- Pan-Asianism in Modern Japanese History: Colonialism, Regionalism and Borders
This is a useful collection of essays that will feed the growing interest in pan-Asianism in Japan and elsewhere. The 15 essays in the volume bring the story of Japanese pan-Asianism down to the present time, although the [End Page 185] bulk of the essays are devoted to the interwar period. While there is much to commend in this volume, its thrust is to consolidate the existing framework of knowledge on the subject. Perhaps the editors will next take on the task of bringing together the new and wider research on the subject of pan Asianism in Asia with that on Japanese pan-Asianism.
Pan-Asianism was more than a Japanese intellectual-political development; it had enormous consequences on the ground in much of Asia. It also became tied in many ways to pan-Asian movements all over Asia which the Japanese military tried to manipulate. It thus behooves us to study the impact and reception of these Japanese ideas and their intertwining with political trends and military imperatives in Asia. Even if we return to the conclusion—which continues to be seen as largely foregone—that pan Asianism had no chance of working in Asia because of a range of reasons, its study can potentially give us a highly complex understanding of the historical situation in many parts of Asia.1
To be fair, as far as I know, there is no previous major and comprehensive volume in English about Japanese pan-Asian thought comparable to Furuya Tetsuo's edited volume, Kindai Nihon no Ajia ninshiki (Yamazaki Mugen, 1994). As such, the volume under review here gives us a good sense of the main trends in Japanese pan-Asianism in its political and intellectual dimensions. Sven Saaler's opening essay presents an overall institutional study of what one might call a pan-Asianist movement, tracking its variegated history over the twentieth century. Other essays in this general section also cover organizations and figures, but I was shocked to see Miwa Kimitada writing about Huang Zunxian as a Korean scholar diplomat in Japan. Huang (1848–1905) was the pre-eminent Chinese diplomat and counselor to the first Chinese mission in Japan and one of the most well-known commentators on the Meiji experience for the Chinese.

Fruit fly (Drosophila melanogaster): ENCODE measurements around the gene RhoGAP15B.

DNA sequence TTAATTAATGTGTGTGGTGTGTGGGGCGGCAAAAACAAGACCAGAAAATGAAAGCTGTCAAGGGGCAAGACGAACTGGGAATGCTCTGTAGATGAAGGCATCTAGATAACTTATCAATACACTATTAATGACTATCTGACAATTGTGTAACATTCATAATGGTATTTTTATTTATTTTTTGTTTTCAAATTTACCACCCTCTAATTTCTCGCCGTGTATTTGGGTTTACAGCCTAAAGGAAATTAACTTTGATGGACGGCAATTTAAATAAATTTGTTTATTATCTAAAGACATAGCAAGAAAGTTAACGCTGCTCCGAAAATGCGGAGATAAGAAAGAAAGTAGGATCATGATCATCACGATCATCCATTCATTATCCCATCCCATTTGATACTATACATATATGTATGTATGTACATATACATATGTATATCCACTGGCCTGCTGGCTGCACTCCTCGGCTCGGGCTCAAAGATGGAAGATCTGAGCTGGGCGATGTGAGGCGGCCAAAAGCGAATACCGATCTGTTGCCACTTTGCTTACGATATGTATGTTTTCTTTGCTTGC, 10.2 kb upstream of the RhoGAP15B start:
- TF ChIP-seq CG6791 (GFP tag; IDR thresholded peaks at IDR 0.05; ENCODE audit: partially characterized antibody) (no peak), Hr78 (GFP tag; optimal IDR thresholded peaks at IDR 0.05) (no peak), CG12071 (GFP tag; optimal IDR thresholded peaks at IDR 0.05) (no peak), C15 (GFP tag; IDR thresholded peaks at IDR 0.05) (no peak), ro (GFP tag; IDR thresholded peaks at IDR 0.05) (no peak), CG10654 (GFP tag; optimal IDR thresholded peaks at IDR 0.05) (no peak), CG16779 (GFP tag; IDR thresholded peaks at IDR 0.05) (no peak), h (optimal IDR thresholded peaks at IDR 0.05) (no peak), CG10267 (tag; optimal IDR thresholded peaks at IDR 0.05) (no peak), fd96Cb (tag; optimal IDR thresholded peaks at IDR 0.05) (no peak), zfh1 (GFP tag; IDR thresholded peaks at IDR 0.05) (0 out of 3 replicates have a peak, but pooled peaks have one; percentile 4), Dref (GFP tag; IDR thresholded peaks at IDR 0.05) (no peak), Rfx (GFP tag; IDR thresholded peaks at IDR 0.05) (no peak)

The largest number of essays deal with the intellectual history of pan Asianism and particularly the thought of individual thinkers, often in their intellectual milieu. There are some able analyses of thinkers such as the Hegelian, Tanabe Hajime, whose ideas of negation, self-alienation, and reconciliation are superbly discussed by John Namjun Kim. For Tanabe, the multiculturalism of empire is the only condition of freedom, but this freedom [End Page 186] can only be realized through death. Kim grasps Tanabe's thought as the production of a theory of subjectivity in the service of Japanese imperial expansion. However, the fascination with the dialectical logic of Tanabe's ideas does not reveal how we end up with the historical demand of the sacrifice of the self for the state.
Most valuable in the intellectual history of pan-Asianism in this book is the revelation of the variety of motivations, approaches, and projects that made up pan-Asianism before, during, and after the period it was appropriated by the military in the Asian war. Thus we see not only thinkers who emphasize cultural pan-Asianism or a civilization war between East and West (such as Ōkawa Shūmei), but rational, economistic pan-Asianists such as Sugimori Kōjirō and Rōyama Masamichi studied by Dick Stegewerns and Victor Koschmann. These were people who opted for pan-Asianism as a kind of "developmental dictatorship," a regionalism based not on a priori cultural affinity as much as rational economic promise. Although they assumed this regionalism was going to be hierarchical and justified it in the prevalent language of an "Asian Monroe Doctrine," they recognized the importance of give and take and...